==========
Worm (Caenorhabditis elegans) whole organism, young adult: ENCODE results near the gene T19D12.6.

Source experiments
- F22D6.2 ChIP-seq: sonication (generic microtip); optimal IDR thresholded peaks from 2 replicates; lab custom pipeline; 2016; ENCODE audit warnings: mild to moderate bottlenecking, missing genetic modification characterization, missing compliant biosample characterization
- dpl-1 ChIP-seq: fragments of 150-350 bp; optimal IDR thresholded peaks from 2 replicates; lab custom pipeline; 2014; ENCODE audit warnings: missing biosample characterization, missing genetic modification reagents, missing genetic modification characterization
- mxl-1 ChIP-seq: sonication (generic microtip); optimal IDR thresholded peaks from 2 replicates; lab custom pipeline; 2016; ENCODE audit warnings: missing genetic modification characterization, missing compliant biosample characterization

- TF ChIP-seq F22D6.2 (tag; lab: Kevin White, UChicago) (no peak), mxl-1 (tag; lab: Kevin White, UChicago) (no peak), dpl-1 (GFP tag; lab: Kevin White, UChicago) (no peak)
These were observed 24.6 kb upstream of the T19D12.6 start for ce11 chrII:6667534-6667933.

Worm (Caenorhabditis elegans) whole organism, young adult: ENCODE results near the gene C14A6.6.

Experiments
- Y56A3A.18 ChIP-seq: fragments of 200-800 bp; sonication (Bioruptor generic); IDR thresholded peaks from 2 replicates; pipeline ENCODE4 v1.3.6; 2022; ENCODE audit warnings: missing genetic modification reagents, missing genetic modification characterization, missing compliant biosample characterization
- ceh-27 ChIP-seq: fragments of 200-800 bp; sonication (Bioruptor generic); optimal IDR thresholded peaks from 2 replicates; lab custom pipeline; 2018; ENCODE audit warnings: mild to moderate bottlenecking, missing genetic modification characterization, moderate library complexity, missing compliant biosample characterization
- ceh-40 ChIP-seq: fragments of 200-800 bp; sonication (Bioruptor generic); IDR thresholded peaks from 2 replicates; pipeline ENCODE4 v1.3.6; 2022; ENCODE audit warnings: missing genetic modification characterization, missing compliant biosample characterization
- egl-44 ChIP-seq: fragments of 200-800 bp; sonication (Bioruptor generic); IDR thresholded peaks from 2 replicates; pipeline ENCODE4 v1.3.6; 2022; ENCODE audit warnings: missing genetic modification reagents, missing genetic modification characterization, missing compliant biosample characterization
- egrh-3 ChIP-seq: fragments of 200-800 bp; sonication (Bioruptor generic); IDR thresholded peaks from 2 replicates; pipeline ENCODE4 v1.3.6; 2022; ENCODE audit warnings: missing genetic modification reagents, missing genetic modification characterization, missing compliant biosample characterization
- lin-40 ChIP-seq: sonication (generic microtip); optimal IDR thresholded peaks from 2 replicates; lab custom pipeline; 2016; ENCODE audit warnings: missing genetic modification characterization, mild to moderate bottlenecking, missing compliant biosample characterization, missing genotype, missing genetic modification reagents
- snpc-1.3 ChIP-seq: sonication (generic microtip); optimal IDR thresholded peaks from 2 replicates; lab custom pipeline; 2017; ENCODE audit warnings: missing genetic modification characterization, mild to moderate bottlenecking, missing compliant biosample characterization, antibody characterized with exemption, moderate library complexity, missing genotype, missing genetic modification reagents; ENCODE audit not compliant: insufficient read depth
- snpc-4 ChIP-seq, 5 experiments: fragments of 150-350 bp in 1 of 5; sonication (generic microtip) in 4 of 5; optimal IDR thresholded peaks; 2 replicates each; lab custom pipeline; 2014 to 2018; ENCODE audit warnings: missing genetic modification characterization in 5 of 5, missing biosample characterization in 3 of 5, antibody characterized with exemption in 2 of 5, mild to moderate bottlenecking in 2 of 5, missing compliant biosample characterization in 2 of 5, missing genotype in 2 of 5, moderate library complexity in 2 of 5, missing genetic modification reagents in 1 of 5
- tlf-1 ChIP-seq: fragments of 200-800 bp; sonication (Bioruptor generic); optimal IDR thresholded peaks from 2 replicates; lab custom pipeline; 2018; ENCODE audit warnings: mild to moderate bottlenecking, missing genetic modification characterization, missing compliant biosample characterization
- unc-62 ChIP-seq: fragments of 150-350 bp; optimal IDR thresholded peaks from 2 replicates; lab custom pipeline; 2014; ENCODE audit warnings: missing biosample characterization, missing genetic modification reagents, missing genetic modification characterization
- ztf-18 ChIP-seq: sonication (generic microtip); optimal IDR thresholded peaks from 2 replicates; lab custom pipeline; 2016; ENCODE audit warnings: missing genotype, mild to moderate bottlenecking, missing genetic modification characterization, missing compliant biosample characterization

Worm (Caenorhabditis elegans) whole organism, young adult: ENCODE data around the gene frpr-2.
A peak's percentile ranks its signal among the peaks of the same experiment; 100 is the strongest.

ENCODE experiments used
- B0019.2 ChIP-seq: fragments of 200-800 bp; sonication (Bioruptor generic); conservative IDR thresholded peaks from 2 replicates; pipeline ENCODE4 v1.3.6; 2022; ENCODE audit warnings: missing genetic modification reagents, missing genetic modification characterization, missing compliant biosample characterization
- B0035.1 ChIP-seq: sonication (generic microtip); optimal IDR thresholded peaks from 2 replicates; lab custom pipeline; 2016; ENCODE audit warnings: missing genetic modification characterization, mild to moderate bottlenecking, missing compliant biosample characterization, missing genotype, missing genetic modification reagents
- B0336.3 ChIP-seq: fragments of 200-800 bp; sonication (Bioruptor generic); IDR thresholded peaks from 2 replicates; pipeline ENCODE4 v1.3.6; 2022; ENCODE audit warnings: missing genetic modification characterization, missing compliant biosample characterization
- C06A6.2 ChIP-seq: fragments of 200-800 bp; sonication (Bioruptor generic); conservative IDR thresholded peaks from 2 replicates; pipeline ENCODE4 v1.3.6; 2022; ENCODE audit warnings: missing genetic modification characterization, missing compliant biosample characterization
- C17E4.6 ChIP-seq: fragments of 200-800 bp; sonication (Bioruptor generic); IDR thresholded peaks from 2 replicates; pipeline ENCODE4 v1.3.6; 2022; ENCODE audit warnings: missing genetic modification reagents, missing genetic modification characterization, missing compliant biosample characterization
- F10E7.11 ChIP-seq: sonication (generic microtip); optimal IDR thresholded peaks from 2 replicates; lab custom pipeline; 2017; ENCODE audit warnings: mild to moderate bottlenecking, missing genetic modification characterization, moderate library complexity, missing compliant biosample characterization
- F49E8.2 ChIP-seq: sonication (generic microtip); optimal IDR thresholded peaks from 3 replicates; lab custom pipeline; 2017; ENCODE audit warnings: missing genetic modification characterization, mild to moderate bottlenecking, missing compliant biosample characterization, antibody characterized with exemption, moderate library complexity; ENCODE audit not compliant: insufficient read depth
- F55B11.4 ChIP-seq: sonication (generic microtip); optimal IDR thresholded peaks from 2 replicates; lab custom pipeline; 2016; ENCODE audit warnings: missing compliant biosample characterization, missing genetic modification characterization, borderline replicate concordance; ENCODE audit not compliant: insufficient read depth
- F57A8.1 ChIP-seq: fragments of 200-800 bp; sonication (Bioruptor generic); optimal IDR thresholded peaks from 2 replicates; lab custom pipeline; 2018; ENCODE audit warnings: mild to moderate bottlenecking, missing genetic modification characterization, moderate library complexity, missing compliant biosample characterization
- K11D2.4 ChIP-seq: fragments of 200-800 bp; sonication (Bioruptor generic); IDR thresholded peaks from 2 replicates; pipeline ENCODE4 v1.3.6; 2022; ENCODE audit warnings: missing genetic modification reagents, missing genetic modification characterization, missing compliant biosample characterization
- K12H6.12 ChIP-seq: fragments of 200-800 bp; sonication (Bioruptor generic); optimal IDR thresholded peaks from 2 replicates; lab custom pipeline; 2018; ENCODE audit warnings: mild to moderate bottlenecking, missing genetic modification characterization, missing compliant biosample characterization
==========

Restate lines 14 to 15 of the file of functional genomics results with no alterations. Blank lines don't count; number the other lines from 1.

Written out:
- egrh-3 ChIP-seq: fragments of 200-800 bp; sonication (Bioruptor generic); IDR thresholded peaks from 2 replicates; pipeline ENCODE4 v1.3.6; 2022; ENCODE audit warnings: missing genetic modification reagents, missing genetic modification characterization, missing compliant biosample characterization
- lin-40 ChIP-seq: sonication (generic microtip); optimal IDR thresholded peaks from 2 replicates; lab custom pipeline; 2016; ENCODE audit warnings: missing genetic modification characterization, mild to moderate bottlenecking, missing compliant biosample characterization, missing genotype, missing genetic modification reagents